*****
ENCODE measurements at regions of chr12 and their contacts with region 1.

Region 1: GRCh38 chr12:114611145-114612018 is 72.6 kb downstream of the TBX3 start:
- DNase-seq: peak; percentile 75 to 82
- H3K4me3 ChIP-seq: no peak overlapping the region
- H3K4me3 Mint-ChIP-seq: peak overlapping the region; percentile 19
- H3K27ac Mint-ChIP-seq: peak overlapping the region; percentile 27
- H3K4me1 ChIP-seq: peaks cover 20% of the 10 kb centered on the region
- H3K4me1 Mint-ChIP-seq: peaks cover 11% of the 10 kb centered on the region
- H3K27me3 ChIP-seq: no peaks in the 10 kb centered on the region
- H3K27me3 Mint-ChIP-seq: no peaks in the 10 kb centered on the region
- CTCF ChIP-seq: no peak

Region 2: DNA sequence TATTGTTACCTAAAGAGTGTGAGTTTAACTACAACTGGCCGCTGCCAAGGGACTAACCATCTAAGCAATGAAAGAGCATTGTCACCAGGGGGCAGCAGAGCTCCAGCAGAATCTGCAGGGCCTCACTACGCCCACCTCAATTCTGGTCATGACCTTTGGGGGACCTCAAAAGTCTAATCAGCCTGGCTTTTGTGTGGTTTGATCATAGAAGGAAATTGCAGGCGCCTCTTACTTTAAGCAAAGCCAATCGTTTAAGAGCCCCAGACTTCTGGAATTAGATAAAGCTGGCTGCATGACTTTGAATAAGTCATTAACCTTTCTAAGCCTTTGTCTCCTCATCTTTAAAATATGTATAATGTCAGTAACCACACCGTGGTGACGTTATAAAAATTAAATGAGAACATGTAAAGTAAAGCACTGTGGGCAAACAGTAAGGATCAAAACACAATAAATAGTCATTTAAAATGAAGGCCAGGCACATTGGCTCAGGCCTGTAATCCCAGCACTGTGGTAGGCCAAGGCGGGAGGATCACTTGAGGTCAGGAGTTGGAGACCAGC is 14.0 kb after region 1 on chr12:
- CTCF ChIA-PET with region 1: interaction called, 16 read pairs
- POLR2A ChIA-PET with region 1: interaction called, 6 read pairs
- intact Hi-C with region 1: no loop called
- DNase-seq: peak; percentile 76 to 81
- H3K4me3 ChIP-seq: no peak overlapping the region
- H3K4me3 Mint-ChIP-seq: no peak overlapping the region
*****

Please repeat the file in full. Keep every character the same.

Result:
ENCODE measurements at regions of chr12 and their contacts with region 1.

Region 1: GRCh38 chr12:114611145-114612018 is 72.6 kb downstream of the TBX3 start:
- DNase-seq: peak; percentile 75 to 82
- H3K4me3 ChIP-seq: no peak overlapping the region
- H3K4me3 Mint-ChIP-seq: peak overlapping the region; percentile 19
- H3K27ac Mint-ChIP-seq: peak overlapping the region; percentile 27
- H3K4me1 ChIP-seq: peaks cover 20% of the 10 kb centered on the region
- H3K4me1 Mint-ChIP-seq: peaks cover 11% of the 10 kb centered on the region
- H3K27me3 ChIP-seq: no peaks in the 10 kb centered on the region
- H3K27me3 Mint-ChIP-seq: no peaks in the 10 kb centered on the region
- CTCF ChIP-seq: no peak

Region 2: DNA sequence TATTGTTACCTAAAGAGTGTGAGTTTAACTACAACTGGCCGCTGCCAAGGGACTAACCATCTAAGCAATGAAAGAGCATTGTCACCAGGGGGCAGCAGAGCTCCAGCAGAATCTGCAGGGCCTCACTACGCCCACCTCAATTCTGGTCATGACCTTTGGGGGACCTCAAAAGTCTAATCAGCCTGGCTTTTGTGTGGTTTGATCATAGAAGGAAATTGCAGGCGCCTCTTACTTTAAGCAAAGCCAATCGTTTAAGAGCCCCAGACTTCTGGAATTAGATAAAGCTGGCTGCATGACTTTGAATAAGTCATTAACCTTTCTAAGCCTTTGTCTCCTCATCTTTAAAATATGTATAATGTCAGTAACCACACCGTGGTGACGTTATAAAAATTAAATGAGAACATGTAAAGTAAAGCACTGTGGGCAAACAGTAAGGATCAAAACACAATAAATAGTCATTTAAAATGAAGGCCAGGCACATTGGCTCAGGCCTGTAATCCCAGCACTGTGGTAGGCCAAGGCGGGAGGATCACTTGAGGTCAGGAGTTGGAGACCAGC is 14.0 kb after region 1 on chr12:
- CTCF ChIA-PET with region 1: interaction called, 16 read pairs
- POLR2A ChIA-PET with region 1: interaction called, 6 read pairs
- intact Hi-C with region 1: no loop called
- DNase-seq: peak; percentile 76 to 81
- H3K4me3 ChIP-seq: no peak overlapping the region
- H3K4me3 Mint-ChIP-seq: no peak overlapping the region